The court made it clear that an investigation should continue - not against those who attacked the exhibit, but against the museum itself.
The men who attacked the exhibit are members of his church in Moscow, St. Nikolai in Pyzhi. Some of them work there, and Father Aleksandr organized the campaign for their defense and against the museum. He compared the exhibition to a rape or a terrorist act.
Aleksandr B. Chuyev, a member of Parliament and, like Mr. Sakharov, a dissident during the Soviet period, disagreed. Closely allied with the Orthodox Church, he sponsored the resolution calling on prosecutors to investigate the museum. He defended the men who destroyed the exhibition, saying they had acted within their rights to prevent a crime. Democracy, he said, necessitates respect for the beliefs of others."
"She has covered a television screen with red paper, the center of which was cut out in the outline of Christ's face. Hence live news broadcasts flow out through this sacred image: "This a warning," said Koldobskaya. "Nothing we do can escape God's eyes."
You really have to see this page and read some of these stories. Christianity is alive and well in Russia. My heart overflows with joy and gratitude to God.
All it would take is a Catholic Pope, in union with all his bishops, to consecrate Russia to the Immaculate Heart of Mary.
It's that simple; Our Lady promised it.
**All it would take is a Catholic Pope, in union with all his bishops, to consecrate Russia to the Immaculate Heart of Mary.
It's that simple; Our Lady promised it.**
And I believe it. The tricky part for me (and I realize not necessarily you) would be in union with the Bishops.
I'm in full agreement with you. At this point in the Church's history, it would be very difficult for a Pope to get all his bishops in union with him. That is, unless, he threatens each and every one of them with excommunication if they refuse him.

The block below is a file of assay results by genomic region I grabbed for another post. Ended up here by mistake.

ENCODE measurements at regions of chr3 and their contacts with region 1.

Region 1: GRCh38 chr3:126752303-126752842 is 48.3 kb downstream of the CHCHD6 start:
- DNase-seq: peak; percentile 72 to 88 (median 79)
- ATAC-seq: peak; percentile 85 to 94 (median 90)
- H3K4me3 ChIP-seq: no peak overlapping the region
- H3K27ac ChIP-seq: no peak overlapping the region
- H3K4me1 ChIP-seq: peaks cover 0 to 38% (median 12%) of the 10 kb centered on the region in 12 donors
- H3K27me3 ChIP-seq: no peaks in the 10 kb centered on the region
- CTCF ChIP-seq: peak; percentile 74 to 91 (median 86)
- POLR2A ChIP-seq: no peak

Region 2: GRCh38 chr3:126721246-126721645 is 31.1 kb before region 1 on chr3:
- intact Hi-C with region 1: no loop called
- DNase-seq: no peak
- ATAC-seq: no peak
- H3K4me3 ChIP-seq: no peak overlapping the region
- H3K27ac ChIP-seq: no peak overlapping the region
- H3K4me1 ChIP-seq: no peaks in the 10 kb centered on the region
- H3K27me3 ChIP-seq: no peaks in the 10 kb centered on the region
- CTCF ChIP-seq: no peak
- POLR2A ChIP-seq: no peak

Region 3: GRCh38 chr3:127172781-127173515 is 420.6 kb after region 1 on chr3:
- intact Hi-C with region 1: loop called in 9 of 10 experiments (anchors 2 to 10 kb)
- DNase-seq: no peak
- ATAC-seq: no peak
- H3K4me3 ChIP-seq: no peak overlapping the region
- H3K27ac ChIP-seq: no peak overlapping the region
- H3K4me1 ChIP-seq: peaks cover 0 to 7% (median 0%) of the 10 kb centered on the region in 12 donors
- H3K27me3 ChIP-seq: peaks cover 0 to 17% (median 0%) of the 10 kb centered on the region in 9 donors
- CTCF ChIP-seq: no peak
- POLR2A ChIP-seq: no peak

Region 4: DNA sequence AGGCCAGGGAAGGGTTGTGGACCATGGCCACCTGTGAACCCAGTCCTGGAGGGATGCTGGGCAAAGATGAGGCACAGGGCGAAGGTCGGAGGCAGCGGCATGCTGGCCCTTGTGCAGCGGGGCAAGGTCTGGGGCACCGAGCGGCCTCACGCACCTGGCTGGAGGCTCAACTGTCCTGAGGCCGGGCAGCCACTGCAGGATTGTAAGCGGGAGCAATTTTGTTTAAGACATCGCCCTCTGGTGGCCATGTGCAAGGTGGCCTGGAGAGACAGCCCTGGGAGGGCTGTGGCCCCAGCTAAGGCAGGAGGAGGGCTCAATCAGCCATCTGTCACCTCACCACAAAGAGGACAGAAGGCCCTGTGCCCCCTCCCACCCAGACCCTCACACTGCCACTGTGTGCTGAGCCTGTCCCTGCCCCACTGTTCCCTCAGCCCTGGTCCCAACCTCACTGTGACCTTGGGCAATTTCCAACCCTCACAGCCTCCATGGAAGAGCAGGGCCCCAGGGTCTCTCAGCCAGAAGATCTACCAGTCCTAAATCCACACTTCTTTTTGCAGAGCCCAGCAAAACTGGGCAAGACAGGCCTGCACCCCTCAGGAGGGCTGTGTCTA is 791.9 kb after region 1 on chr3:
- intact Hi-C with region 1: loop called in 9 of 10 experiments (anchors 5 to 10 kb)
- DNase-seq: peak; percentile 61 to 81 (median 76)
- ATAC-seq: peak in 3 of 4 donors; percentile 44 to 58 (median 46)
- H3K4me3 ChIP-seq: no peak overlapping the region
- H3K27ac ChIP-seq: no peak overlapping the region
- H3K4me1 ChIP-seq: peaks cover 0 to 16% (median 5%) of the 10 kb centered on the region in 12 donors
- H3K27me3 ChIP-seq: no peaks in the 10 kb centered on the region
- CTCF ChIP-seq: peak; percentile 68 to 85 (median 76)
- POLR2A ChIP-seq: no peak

All it would take would be for the Roman Catholic Church to return to the Church of first Seven Ecumenical Councils, place all the innovations and new dogmas on the table and explain to the Orthodox why they should accept them.
Particularly, the position of the pope. From the documents when the Church was undivided, it is clear that the patriarch of Rome, whose title was papa (just like that of Alexandria's patriarch), did not rule the Church. He was first in honor and respect, but he shared his "rank" with other patriarchs. The Church Synod has been known to pass things despite his objections. Bottom line is: the pope was simply not what he is today.
When the pope was elevated to the position of a de facto ruler of the Church in 1870, almost one hundred bishops remained unimpressed and either voted against the resolution or left the Vatican I Council early so as to abstain.
If Rome is really interested in Christian unity, let's go back to the Church as it was when it was united and prove your dogma or change it. Talk of unity is just that -- empty words. If you are so sure that your dogams will pass, then there is no reason not to set the record straight.
We love you and we pray for you. But, let's correct the misunderstandings at the point where they happened.
Communism was imposed by force. That's what revolutions do. They change order of things by force. In the case of Russia, the people involved in imposing its will on the population was a small but radical minority. So much for your expertise on Russia and your understanding of the world.
More importantly, communism failed to stamp out religion. After almost a century of state sponsored godlessness, Orthodoxy is back and growing in Russia. It survived in the hearts and minds of the Russian people, generations of them born in communism. That is the kind of unshakable rock on which the Church was built and on which it stands to this day 2,000 years later in the form of Orthodox Catholic Faith.
Russian Church faced the gates of hell and survived. Nothing could be a more evident proof of its true nature. Instead of giving the Russian Christians credit and praise for passing the test, you deny them even Christianity by rooting to "evangelize" them! How loving of you!
But, against the backdrop of the situation in Western Christianity, and its experiements, deviations, perversions, lack of faith or respect for the Eucharist, innovations, etc. one does not need communism. It seems, the rock on which your Church has been built is somewhat shakier than ours. But instead of rejoycing, we pray for your Church and its return to orthodoxy.
Well, thanks for that incredible display of falsehoods and arrogance.
So, ever hear of a man named Jesus? By what you've added to this discussion, you could learn a few things from him.
And is now about to become one again. GOD IS SO GLORIOUS.
I realized that you agreed with me on that point. It was the Pope that I surmised we disagreed on.